Instead, I want to discuss a 4th type of change over time: "4. Changes in the observer's perspective."

 

If I execute a rule last week, vs this week, vs next week, the result can change ( I refer to when the rule was executed as the observer's perspective.)  Results changing seems obvious if the policy and circumstance change between last week and this week.

 

BUT, I can run a rule last week with all the same circumstance and no organizational policy change and still come up with a different answer.  That is not so obvious.

 

One Example:

 

Last week we calculated a benefit with an incorrectly written policy rate.  Since then, somebody fixed the rate retroactively to beginning of fiscal year.  Now we calculate the same benefit, for the same time-frame and effective date but we get a different result from before it was fixed.

 

Surely, nobody can simplistically write rules which take into account observer's perspective for that scenario?  Actually, yes, we can :-)  I have rulesets that can run the rules as they were observed in the past so that I can determine impact of a past incorrect rate against the present.  This is done by having rules that maintain the observer's perspective.  It is very useful in impact analysis.  The point is "observer's perspective" as a 4th change over time...

Background #2: Natural language vs functions on this blog

 

There is occasionally debate over whether it is better to use a natural language syntax vs a function syntax in policy writing.  In other words, do you use "the greater of <x> and <y>" or "Maximum(x,y)"?

 

Generally, I use the following guidance and ask staff to do the same (there are always exceptions):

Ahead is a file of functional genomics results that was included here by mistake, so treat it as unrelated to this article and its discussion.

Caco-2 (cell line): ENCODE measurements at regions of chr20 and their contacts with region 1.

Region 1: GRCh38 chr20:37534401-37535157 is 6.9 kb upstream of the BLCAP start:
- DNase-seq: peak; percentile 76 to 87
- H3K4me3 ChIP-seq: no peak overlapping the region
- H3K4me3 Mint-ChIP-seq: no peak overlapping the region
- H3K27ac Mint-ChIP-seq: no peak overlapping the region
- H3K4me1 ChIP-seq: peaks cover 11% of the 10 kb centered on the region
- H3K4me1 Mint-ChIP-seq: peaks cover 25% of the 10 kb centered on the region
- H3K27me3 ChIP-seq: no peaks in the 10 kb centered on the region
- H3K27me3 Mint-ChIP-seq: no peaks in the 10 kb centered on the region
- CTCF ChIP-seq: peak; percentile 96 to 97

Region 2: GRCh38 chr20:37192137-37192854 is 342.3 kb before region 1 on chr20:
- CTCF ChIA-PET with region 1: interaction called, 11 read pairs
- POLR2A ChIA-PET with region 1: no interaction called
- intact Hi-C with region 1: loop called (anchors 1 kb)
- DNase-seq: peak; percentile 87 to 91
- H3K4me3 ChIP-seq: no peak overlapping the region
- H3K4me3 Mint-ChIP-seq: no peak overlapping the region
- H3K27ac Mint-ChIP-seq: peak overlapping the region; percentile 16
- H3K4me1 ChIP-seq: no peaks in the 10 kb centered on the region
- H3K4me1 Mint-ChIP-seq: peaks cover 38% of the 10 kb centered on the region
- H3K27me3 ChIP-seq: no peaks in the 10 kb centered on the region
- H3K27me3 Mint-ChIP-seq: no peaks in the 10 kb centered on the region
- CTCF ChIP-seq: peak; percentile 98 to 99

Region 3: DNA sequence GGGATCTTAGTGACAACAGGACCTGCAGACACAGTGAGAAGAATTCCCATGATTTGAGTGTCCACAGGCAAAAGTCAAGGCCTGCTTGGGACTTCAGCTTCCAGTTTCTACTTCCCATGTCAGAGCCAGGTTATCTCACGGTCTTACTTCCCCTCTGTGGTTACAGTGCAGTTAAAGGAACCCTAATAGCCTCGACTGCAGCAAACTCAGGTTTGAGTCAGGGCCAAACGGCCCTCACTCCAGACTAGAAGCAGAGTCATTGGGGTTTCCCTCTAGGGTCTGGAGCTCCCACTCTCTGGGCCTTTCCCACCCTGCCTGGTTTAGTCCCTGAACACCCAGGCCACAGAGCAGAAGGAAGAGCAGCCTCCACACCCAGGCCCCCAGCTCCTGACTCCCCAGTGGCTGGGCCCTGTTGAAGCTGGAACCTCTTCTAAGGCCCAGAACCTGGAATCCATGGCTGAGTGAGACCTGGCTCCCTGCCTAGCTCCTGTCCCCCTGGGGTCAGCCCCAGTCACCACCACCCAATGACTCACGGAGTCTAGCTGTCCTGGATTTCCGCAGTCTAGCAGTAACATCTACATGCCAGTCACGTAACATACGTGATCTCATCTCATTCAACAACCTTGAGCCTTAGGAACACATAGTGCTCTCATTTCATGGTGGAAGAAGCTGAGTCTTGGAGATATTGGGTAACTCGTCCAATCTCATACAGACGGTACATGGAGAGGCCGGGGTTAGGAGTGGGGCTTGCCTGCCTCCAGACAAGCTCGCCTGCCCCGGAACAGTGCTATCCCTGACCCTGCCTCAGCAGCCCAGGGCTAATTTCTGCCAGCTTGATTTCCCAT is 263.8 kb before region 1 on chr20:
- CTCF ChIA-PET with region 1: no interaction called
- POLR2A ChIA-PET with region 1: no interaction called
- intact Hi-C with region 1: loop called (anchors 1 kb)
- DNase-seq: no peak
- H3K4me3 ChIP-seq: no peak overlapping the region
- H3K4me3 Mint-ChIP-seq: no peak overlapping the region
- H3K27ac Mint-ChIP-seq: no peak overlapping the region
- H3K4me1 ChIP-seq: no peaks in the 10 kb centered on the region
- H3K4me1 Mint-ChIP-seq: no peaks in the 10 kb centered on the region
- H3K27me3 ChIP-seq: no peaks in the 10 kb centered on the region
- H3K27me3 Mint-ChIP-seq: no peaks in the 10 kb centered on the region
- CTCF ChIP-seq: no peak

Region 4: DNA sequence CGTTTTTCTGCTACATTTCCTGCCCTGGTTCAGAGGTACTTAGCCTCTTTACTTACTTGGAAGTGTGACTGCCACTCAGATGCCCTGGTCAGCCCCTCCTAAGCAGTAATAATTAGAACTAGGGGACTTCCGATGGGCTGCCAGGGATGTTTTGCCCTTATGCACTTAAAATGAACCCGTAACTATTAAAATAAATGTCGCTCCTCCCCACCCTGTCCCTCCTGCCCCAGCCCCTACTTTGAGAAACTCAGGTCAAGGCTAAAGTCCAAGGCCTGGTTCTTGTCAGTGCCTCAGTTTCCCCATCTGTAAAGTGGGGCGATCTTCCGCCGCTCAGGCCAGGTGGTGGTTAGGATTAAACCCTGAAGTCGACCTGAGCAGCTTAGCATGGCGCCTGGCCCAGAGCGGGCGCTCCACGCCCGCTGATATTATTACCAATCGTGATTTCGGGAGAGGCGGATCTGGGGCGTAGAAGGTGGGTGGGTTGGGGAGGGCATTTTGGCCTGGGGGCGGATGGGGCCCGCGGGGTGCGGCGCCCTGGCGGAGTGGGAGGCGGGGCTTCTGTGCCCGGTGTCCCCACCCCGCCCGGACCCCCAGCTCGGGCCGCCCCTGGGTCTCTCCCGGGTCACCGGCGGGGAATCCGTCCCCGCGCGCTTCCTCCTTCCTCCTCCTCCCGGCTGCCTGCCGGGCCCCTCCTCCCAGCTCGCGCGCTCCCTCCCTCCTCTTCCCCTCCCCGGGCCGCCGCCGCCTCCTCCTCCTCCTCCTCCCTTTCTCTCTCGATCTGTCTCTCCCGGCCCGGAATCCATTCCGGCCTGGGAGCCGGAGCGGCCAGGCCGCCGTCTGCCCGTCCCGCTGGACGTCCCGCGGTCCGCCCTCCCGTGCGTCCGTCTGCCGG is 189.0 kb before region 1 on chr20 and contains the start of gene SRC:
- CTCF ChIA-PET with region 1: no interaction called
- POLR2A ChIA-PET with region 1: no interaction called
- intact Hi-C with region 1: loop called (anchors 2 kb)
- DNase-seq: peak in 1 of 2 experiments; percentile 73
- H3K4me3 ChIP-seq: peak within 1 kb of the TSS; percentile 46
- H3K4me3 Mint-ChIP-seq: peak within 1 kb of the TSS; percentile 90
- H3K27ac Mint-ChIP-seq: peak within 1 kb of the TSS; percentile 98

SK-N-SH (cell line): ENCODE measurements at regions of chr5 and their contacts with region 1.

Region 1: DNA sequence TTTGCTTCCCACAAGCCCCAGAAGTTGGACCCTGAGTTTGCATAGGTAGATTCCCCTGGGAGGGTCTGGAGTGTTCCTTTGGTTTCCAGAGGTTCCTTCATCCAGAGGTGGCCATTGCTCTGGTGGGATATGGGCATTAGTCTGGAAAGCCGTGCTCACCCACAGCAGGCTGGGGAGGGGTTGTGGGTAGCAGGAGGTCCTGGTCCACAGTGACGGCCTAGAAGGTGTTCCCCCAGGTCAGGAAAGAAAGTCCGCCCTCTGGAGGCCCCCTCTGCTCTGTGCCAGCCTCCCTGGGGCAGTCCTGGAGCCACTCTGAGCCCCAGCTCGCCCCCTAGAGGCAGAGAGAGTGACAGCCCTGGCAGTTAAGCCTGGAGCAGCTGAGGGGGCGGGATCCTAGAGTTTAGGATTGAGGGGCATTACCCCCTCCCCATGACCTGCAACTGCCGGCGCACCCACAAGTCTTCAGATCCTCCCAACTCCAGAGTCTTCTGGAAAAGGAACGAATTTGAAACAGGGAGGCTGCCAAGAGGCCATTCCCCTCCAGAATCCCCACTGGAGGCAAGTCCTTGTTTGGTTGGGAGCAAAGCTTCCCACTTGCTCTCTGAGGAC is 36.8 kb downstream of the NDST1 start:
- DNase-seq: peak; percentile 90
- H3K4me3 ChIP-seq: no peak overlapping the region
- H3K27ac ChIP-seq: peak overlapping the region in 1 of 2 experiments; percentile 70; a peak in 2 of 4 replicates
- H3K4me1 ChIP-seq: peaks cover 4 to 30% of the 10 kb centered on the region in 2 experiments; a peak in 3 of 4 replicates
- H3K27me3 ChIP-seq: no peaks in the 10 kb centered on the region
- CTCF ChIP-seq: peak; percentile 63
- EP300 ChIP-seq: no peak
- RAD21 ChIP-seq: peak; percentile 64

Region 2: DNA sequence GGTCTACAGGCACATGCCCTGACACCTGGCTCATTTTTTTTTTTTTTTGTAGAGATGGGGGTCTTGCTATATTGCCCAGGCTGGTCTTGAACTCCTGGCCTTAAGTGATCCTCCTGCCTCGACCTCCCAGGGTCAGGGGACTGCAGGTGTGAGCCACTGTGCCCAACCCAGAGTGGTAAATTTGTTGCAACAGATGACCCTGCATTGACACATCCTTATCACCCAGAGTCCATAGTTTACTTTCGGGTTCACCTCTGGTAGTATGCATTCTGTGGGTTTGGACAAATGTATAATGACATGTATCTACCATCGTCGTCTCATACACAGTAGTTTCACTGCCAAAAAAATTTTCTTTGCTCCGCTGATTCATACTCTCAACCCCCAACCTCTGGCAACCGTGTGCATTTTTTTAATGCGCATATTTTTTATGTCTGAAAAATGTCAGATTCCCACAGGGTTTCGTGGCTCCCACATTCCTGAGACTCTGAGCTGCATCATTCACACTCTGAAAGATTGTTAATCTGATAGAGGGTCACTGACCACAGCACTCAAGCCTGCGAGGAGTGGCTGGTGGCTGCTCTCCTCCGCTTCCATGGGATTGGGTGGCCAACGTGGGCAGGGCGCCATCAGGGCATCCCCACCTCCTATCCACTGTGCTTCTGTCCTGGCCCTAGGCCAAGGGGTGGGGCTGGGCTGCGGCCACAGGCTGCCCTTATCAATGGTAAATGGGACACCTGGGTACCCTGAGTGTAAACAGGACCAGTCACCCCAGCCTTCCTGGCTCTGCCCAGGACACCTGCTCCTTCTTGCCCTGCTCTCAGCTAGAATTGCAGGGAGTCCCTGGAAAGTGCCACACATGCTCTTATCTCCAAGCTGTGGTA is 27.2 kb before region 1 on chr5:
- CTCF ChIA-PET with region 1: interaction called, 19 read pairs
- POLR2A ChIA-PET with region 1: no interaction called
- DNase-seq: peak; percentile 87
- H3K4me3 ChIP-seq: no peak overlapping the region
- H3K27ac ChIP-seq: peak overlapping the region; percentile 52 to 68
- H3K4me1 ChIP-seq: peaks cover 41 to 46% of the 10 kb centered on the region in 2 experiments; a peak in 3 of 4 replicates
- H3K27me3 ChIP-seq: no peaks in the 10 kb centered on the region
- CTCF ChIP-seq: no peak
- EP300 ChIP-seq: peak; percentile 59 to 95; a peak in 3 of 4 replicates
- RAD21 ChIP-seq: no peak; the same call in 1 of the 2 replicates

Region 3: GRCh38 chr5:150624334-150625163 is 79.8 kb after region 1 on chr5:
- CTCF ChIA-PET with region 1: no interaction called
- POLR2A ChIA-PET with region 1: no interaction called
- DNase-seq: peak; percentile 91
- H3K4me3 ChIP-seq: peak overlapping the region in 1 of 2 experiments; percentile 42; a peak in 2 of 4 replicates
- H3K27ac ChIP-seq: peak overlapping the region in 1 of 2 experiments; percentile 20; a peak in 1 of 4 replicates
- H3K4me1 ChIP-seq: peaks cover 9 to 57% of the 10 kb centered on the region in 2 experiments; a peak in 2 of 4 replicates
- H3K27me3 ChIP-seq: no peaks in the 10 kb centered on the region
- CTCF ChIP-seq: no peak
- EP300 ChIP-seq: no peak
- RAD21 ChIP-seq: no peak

1) Write rules in the language of the original source material.

2) Write rules for others.  Write rules in a natural language that will be understood by Policy Analysis and by users who read the decision reports.

3) Math formulas can be written in a more succinct functional syntax, but it should look like math.

 

For reasons unknown to me, but probably pretty good reasons, temporal reasoning functions don't have a natural language equivalent.  There is no "maximum of <attribute> in the interval of <start date> to <end date>" equivalent of "IntervalMaximum(<start date>,<end date>,<attribute>)"

 

In those cases, my rule #4 is to "access the temporal timeline" using natural language as long as performance allows.  I can provide a future blog on that and performance implications.

 

 

Don't impress others with the complexity you can handle.  Impress others with the simplicity that you can provide.

Have you ever upgraded an older 10.x version of an OPA project to 12.x, only to find out that the Microsoft Word menu looks like this?

 

Oracle Policy Automation menu is missing text.  The menu only has icons.  Well, there is a trick to correcting it.

 

Somehow, the project itself is messed up, so the project needs to be corrected.

 

The simplest way I have found is as follows:

  1. add the project to repository,
  2. open the project fresh from the hub
  3. create a new working copy...

 

That seems to fix this issue.

 

UPDATE!

 

After this post was put up, more attention was paid to the issue.  It now appears that the root cause has to do with usage of OneDrive.  Perhaps a trust issue.  Although we are not exactly sure the issue, the reason the above process worked is because it essentially created a new copy of the project locally, instead of on OneDrive.

 

Enjoy.